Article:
I did not want a hyphenated name. That just wasn't appealing to me at all. The next best option in my mind was just to have a double last name, so the choice became whether my name should come first or his. I chose to have mine first, and immediately after being married I updated all of my social media profiles to have my new name: Adrian Hilliard Graham. I read somewhere that Maryland considers actual usage when determining the legitimacy of a name change (outside of the whole marriage process), so I began using Hilliard Graham everywhere.
But people still called me Mr. Graham. And I didn't mind. When Joel and I checked into our hotel suite the night before the wedding, I asked the guy at the front desk to look up the reservation under Hilliard. He couldn't find it. I took a deep breath so as not to get frustrated—we had a wedding block staying there, of course we had a reservation!—and then I asked him to look under the name Graham. Eureka! "Adrian and Joel?," he said. "Yes!," I exclaimed. He checked us in, told us to call if we needed anything, etc. And then he said, "Have a good evening, Mr. Graham." For a split second, I wanted to say "No, it's Hilliard. His name is Graham. And it's Dr." Why? Because I was exhausted, and feeling snarky, and I have grown accustomed to correcting confused people. But instead, I paused and let his words sink in, and I realized that I would be getting married the next morning (!), and this man's "mistake" gave me a visceral understanding of what that could mean. Starting a new life...taking on a new identity as a married man...taking on a new name...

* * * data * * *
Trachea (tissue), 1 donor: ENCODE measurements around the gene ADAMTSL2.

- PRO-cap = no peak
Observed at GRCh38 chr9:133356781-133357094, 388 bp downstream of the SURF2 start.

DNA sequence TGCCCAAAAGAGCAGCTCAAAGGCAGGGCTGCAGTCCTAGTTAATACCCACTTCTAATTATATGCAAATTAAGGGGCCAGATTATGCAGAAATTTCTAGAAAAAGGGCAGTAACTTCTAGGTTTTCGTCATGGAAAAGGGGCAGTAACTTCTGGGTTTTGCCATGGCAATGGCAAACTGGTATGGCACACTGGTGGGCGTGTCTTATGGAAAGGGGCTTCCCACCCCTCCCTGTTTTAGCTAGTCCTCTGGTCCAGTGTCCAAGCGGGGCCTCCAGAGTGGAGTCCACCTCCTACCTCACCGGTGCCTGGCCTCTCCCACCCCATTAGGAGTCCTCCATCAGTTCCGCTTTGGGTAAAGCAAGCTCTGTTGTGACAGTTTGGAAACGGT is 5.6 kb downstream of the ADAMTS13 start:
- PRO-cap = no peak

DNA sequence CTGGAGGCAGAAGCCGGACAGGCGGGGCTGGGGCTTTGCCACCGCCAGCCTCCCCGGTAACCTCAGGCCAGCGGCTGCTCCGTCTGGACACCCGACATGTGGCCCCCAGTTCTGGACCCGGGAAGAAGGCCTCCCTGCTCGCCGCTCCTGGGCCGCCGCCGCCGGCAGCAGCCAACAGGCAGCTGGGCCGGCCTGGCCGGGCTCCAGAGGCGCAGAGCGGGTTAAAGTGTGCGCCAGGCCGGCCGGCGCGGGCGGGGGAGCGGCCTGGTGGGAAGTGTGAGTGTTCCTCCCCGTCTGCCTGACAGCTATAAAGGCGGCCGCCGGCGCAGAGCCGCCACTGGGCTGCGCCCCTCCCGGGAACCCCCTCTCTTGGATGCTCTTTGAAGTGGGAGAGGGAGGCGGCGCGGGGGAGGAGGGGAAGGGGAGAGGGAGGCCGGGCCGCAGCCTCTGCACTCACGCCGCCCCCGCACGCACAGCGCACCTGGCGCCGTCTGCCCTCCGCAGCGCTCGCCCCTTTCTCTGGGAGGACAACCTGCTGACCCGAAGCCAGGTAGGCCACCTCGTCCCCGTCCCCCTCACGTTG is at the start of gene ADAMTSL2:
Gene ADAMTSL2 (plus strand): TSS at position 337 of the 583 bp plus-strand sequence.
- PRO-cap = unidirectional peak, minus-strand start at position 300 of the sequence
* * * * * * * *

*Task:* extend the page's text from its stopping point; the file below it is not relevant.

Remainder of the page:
Being a gay couple comprised of one white man and one black man, we, by default, bring a lot of diversity to our relationship and we present such to the world at large. Some day (no, not this year!) we hope to adopt children, and who knows what their ethnic or racial makeup might be. The world we inhabit being such as it is, our children will already have certain challenges to face simply because of who their parents are. Of all the reasons I could come up with for a unified family name, this was the best. Both Joel and I want to ensure that no matter the background(s) of our future children, there's something concrete that ties us all together and gives us strength as a family. The first thing that will do that is love, because love is most important of all. But the next thing will be our name. Of course, having the same name doesn't mean much at all without love; and the presence of love can overcome even differences in names to create the bonds of family. But every little thing helps!